CLIMATE: The Hawaiian Islands, thanks to their location in the middle of the Pacific Ocean above the Equator, have a balmy climate around the year. However for the large, mountainous islands, this climate is impacted by the high land mass of those mountains. This means that the predominant trade winds from the north east bring moisture to the east side of those islands, but the mountains block that moisture from reaching the west side.
DRY SCRUBLAND vs RAIN FOREST: See the map below that illustrates this phenomenon, which has a tremendous impact on the type of vegetation growing on those islands. On the west side, the more red the color the less rain is falling. As a result, mostly scrubland is found on that side. On the east side, copious amounts of rain create rain forests, marshes, water falls, etc.
BIRD HABITATS: These differences have an obvious influence on the bird habitats. Species that thrive on dry scrubland would not survive in the rain forest, and vice versa. This is well illustrated on the Oahu satellite map below, with the Ko’olau Mountain range greener, and the west side more brown.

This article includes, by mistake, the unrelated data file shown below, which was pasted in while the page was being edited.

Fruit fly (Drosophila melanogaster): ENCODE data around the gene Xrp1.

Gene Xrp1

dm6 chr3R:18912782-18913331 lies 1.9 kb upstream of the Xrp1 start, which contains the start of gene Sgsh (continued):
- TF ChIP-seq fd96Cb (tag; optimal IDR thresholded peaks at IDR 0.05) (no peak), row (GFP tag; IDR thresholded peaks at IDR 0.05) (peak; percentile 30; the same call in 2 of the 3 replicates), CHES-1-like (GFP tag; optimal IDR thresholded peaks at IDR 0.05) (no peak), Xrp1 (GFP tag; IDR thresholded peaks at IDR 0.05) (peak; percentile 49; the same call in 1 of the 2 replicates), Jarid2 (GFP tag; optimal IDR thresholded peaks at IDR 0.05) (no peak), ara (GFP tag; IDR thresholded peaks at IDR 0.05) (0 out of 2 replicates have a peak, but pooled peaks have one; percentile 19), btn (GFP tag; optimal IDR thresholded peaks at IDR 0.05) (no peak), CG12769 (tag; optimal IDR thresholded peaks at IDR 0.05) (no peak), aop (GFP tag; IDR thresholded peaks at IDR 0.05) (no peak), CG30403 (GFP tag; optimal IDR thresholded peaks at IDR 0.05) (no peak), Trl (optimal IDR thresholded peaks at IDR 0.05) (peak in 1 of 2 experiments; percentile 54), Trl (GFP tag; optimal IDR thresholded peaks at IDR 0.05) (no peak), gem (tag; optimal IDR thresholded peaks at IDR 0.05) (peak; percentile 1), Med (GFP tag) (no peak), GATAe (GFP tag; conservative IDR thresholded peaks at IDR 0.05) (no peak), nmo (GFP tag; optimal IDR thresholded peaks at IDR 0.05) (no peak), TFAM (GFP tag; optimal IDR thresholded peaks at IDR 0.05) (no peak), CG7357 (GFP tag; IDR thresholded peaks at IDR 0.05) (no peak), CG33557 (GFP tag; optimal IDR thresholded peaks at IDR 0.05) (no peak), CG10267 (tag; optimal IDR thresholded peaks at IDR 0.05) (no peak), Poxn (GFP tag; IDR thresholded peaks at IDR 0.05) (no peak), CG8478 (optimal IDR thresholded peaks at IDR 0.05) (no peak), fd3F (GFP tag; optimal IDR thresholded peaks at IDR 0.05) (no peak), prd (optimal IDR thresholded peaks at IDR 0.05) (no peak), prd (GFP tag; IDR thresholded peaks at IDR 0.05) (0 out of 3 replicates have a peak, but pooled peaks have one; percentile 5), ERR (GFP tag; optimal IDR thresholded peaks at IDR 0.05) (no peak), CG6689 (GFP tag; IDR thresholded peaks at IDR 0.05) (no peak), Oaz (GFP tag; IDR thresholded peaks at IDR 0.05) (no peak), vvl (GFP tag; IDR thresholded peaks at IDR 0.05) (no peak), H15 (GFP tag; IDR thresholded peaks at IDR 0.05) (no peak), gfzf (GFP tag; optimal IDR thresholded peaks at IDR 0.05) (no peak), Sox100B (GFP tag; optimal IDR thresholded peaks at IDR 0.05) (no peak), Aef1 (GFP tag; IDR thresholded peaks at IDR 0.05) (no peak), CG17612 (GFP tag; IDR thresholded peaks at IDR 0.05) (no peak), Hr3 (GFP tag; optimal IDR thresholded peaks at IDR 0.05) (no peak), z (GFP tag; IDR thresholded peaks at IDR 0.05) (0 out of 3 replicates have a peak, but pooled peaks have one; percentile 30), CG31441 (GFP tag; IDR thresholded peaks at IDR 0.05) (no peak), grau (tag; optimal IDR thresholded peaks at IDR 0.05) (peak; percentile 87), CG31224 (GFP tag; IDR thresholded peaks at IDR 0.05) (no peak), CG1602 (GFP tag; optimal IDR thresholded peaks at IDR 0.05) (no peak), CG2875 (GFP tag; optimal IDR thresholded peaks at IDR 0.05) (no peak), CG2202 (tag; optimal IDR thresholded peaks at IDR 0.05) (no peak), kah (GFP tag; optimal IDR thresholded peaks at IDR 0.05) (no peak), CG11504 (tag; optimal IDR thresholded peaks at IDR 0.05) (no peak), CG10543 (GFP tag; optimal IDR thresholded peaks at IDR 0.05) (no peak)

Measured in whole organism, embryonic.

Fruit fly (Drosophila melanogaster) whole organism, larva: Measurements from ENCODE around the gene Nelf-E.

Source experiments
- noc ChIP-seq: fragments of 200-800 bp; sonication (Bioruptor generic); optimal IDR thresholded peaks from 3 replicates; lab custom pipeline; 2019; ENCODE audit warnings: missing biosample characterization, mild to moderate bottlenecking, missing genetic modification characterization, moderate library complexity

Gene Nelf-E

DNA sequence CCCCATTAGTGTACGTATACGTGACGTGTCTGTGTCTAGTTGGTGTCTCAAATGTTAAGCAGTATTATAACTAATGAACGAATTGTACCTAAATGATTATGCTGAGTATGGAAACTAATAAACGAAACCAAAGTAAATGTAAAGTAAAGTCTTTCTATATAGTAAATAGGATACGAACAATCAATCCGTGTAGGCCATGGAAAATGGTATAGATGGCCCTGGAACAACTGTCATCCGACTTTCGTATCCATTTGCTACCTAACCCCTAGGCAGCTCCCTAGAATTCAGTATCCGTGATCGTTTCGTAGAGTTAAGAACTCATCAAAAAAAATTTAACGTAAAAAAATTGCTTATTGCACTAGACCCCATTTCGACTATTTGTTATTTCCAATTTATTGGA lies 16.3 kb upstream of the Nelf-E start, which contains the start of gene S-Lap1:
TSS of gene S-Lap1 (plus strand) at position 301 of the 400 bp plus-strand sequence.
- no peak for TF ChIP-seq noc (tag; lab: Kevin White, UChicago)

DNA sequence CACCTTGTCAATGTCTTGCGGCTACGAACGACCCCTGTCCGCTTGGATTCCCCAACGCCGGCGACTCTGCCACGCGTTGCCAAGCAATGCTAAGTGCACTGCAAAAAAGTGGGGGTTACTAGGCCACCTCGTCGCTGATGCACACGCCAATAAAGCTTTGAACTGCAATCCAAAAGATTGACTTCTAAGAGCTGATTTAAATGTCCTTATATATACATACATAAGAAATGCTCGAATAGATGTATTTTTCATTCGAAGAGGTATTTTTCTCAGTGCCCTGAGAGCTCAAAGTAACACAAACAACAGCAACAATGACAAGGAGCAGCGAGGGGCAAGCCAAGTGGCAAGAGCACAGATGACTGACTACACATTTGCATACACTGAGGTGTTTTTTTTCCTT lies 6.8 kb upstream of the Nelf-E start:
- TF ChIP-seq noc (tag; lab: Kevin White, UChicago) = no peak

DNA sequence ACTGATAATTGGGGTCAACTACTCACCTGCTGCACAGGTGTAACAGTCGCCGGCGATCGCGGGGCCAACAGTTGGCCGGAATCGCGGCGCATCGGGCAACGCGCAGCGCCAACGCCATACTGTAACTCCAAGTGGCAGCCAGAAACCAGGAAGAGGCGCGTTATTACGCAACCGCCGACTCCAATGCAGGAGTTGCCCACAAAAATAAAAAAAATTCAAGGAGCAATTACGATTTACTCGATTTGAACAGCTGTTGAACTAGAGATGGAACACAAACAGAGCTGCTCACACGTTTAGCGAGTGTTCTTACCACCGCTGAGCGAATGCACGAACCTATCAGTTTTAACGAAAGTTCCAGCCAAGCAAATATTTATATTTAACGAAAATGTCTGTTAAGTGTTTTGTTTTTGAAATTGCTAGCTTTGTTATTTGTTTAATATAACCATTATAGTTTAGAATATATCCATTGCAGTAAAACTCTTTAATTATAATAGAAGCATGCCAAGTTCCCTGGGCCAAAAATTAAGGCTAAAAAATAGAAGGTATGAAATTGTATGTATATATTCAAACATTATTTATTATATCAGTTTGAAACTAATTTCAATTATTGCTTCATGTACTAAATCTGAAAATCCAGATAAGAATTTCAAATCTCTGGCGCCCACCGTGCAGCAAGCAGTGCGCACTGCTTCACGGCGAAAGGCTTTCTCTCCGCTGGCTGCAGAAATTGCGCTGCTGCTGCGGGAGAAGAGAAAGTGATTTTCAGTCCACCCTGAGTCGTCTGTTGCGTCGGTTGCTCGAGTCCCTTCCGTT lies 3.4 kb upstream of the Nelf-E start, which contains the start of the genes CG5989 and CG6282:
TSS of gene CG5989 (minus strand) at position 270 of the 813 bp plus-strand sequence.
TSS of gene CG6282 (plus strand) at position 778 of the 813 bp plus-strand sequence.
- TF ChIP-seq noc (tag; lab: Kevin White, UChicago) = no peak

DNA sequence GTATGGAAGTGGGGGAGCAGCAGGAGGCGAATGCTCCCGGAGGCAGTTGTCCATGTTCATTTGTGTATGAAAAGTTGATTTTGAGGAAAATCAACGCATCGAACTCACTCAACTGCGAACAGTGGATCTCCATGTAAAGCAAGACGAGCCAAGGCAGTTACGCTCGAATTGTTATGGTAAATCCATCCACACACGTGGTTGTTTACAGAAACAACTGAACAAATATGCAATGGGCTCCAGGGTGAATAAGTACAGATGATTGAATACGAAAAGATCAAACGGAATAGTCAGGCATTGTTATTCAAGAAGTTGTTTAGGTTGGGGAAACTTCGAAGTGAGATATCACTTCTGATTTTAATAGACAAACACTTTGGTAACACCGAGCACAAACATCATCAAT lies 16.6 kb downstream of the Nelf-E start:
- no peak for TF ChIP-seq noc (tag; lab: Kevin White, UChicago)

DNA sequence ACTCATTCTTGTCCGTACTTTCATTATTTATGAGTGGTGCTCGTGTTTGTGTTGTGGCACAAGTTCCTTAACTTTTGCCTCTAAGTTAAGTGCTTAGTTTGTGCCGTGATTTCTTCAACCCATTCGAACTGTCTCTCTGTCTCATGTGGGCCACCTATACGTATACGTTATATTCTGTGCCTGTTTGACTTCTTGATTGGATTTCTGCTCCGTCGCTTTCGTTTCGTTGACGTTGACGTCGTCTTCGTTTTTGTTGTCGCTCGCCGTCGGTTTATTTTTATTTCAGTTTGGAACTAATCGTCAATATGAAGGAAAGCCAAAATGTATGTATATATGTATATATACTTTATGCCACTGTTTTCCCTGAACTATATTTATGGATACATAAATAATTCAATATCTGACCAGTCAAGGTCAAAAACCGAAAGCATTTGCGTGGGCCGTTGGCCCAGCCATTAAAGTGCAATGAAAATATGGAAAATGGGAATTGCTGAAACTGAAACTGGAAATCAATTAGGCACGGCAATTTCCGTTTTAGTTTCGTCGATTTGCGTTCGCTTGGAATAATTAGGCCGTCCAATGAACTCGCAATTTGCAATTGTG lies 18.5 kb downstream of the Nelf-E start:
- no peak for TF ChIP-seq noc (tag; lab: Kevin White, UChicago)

Many initiatives have been undertaken over the years, and are still ongoing, for preserving bird habitat. Here are a few examples:
NATIONAL WILDLIFE REFUGES (for the large islands):
Hakalau Forest NWR (Mauna Kea east slope, Big Island)
Hanalei NWR (part of the Kauai National Refuge Complex)
Hulē’ia NWR (Kauai)
James Campbell NWR (Oahu, north east point)
Kakahaia NWR (Molokai)
Kealia Pond NWR (Maui, near Kihei)
Kilauea Point NWR (Kauai, north east point)
Oahu Forest NWR (Oahu, northern Ko’olau Mountains)
Pearl Harbor NWR (Oahu)
ISLETS STATE BIRD SANCTUARIES – The eastern shore of Oahu has many islets that are now state bird sanctuaries, and as such are protected. These small rocky islands are nesting grounds for many species of seabirds, such as boobies, tropicbirds, shearwaters, etc.
The Kawainui-Hamakua Marsh Complex: at over 800 acres on the Oahu east shore, this wetland is the largest in Hawaii. It is an ideal habitat for water birds such as the endangered Hawaiian Stilt (Ae’o), Hawaiian Coot (Alae Ke’oke’o) and Hawaiian Gallinule (Alae’ula).